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Australian nurses have experienced higher anxiety levels during the COVID-19 pandemic than before.

This may have affected their long-term mental health and intention to stay in the profession, resulting in a workforce shortage that impacts the health system and community. Management is urgently required to improve nurses’ wellbeing.

Tai Chi is a moderate exercise known as a moving meditation. Tai Chi is commonly used to manage mental health. Studies have documented that Tai Chi showed promise to mental wellbeing.

The ongoing Tai Chi: Body & mind medicine research program is approved by the ECU’s Human Research Ethics Committee (No. 2021-03042-WANG). This is an ongoing 12-week training program that runs three times a week. Each session lasts 45 minutes. Participants are required to commit themselves to at least two sessions per week for 12 weeks (24 sessions in total). They will receive a certificate confirming their training. Currently, we are running for ECU gym members; nurses who are ECU gym members can contact Dr Wang for more details. There is also a possibility of running the program specifically for nurses in WA.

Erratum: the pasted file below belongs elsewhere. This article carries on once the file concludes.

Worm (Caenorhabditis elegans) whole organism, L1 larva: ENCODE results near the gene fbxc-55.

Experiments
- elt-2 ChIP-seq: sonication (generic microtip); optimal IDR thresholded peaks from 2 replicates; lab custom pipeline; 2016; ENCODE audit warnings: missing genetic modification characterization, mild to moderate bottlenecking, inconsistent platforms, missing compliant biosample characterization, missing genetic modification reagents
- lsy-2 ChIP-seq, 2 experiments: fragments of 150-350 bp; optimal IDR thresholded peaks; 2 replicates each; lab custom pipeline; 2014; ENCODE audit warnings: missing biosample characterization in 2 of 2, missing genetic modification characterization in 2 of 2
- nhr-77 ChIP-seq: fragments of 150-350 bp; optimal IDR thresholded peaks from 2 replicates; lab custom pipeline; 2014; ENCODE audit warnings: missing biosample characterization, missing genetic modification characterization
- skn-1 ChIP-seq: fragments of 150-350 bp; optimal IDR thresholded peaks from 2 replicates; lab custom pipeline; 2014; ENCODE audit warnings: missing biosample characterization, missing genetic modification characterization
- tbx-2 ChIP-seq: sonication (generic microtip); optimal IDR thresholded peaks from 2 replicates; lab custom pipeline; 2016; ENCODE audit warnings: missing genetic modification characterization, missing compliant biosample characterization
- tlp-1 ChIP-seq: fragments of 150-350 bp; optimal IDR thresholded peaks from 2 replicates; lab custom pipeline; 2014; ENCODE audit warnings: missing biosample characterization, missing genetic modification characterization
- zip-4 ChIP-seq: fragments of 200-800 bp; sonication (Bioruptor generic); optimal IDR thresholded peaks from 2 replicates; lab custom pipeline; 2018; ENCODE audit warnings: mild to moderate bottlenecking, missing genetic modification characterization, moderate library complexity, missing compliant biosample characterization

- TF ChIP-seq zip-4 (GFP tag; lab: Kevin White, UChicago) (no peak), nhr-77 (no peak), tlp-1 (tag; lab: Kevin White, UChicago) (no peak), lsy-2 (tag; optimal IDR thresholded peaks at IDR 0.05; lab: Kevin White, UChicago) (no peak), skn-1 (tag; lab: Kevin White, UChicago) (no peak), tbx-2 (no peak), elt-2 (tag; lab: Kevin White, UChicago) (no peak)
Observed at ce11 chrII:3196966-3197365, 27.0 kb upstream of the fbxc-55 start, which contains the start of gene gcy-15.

Essentially, we use Tai Chi as a safe, sustainable non-pharmacological approach to managing chronic disease and mental wellbeing.

With a focus on integrating holistic health concepts, Dr Wang’s research interest is in holistic health-related clinical trials using non-pharmacological therapies (eg. Tai Chi, acupuncture, laser therapy, cupping) to improve health outcomes, especially chronic pain and mental health. There is also an opportunity for nurses to research these areas (



Carol Chunfeng Wang PhD, RN, RAc is a Lecturer, Researcher, Holistic Practitioner in the School of Nursing and Midwifery at Edith Cowan University, Western Australia.